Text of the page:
From the mid-60s to the early-80s, Western culture experienced a period known as the ‘Consciousness Revolution’. It started with Vietnam protesting, and the development of counterculture for counterculture’s sake. Green, feminist, black power, and a number of other movements came out of this period. There was a generation gap, with the Greatest Generation on one side, and the Baby Boomers on the other.
This is the environment in which the Baby Busters and the Generation X crowd were born and raised.
Gen Xers (as I’m sure you all remember), grew up at the end of the Cold War, and watched multinational corporations come to power at the same time as the Soviet Union collapsed, developing cynicism and disdain for the works of the generations past. We can call this cynicism The Nirvana Effect.
In any case, Gen Xers tended to band together, and build their own works and communities, rather than rely on the ones they inherited. Whether it was a revival of political action, development of record labels, or the entrepreneurships which led to the dot-com boom, they banded together, and built things.
…and then, of course, came the hilariously and iteratively named Generation Y. Gen Y grew up with computers in their schools, didn’t watch the Challenger explode, and only saw the Berlin Wall fall in history class. IT has always been a part of the world around them, and like Gen X, they banded together, and built things. While these things may consist of elements as distasteful as pop punk, emo and That’s So Raven, they still built things.
There was a gap of several years between Gen X and Gen Y. Not a big one, just a few years. The people born in this gap are creatively called Generation XY, or The No Generation (although I prefer The Doom Generation).
They grew up in a very narrow transition period. Young enough to enjoy The Simpsons as a cartoon when it first aired, and old enough to enjoy it as comedy genius when the Cape Feare episode aired. Old enough to remember when Nintendo led the world out of the darkness after The Great Video Game Crash.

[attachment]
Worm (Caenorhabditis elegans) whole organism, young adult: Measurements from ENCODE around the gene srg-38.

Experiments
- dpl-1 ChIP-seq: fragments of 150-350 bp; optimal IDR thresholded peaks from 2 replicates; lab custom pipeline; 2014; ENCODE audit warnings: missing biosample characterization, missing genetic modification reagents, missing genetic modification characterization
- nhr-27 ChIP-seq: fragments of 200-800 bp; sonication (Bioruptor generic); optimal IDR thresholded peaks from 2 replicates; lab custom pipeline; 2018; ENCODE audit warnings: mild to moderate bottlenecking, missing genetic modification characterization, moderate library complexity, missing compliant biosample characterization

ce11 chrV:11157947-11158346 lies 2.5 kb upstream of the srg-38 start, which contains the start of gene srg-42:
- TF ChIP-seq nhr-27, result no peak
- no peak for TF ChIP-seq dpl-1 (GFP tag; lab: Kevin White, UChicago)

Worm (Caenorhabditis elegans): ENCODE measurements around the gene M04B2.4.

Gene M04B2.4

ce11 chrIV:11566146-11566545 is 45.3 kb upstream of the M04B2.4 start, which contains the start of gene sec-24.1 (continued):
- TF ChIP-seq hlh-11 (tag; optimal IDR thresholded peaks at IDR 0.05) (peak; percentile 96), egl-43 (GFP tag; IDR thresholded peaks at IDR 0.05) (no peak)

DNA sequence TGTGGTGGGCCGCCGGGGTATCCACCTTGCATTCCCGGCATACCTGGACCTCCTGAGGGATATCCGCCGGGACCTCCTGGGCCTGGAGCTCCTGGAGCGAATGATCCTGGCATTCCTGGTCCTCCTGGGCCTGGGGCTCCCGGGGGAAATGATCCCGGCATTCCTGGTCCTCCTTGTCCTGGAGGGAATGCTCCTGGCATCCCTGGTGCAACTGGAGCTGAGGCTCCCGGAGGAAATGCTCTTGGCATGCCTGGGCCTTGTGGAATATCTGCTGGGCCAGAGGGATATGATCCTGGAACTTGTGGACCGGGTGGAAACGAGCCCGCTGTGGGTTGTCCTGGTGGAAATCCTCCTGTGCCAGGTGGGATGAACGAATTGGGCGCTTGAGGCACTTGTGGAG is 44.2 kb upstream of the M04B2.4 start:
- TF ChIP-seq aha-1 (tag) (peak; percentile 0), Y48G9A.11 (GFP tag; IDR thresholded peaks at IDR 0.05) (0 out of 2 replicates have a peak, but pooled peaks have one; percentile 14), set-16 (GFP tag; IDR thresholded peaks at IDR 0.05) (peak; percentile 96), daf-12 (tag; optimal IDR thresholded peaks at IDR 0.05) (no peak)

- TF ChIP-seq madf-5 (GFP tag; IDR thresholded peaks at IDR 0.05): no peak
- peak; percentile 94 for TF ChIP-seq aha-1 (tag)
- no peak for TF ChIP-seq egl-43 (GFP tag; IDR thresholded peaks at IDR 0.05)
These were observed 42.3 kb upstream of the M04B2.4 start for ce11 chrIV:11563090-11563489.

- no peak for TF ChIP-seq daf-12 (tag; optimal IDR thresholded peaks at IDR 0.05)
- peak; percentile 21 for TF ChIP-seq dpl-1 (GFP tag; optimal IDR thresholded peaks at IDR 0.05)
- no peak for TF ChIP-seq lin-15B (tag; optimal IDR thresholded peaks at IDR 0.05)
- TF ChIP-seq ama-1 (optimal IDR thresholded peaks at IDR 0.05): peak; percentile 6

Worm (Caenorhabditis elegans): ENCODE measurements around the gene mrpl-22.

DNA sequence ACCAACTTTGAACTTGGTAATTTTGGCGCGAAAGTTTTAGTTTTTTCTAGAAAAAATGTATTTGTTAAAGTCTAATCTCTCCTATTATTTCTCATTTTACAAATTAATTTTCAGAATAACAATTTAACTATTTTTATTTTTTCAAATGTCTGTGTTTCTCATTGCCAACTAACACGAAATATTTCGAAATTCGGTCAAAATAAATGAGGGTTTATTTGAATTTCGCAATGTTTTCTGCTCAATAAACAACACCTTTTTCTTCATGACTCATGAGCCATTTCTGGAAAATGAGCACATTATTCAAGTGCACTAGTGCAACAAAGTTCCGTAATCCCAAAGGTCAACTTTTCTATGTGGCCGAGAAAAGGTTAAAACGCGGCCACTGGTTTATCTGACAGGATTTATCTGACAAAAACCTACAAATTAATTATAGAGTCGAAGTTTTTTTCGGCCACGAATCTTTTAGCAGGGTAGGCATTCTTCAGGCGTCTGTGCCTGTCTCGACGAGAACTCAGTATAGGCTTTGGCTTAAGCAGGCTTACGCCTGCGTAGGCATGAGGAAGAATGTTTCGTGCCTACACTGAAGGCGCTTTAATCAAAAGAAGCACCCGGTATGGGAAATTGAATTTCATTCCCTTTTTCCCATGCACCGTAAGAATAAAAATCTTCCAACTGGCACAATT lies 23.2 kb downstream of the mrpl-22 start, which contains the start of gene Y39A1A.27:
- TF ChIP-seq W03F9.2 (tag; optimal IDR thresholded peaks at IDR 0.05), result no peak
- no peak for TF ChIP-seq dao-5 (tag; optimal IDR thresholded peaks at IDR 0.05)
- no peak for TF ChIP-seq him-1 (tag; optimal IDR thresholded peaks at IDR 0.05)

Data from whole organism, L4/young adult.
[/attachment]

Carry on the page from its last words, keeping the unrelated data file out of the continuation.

They watched the Berlin Wall fall, and were the last people to be born with any memory of life during the Cold War. They grew up with Carmen Sandiego and TMNT, and watched technology move from the realm of research and sci-fi into BBS networks, and the creation of the World Wide Web.
There aren’t really many of them, comparatively speaking. They’re not large enough of a demographic to be marketed to by advertisers, or addressed by politicians. The ‘great albums’ of the late 80s and early 90s had already been written and released, and the great TV shows were absent, or incomprehensible. Too late to have seen Battlestar Galactica, and too young to know what the fuck was going on in Twin Peaks. They had Saved By The Bell instead, which, while featuring a cast of characters and a puntastic premise (Principal Belding. Saved By The Bell. Bells go ‘ding’. Get it?), still sucked hairy goat balls.
This generation is markedly characterized by a complete lack of association or identity with the popular or political movements that were present as they grew up, or that developed afterwards. They did not band together, they did not build things. They just watched the world as everything happened around them.
While usually I can fake being part of the older Gen X world with my overwhelmingly Gen X friends, or pretend like I understand what the fuck those little Gen Y jerks are on about, I can’t do it today.
Today, I feel exactly like the out of place person-without-a-culture that I am.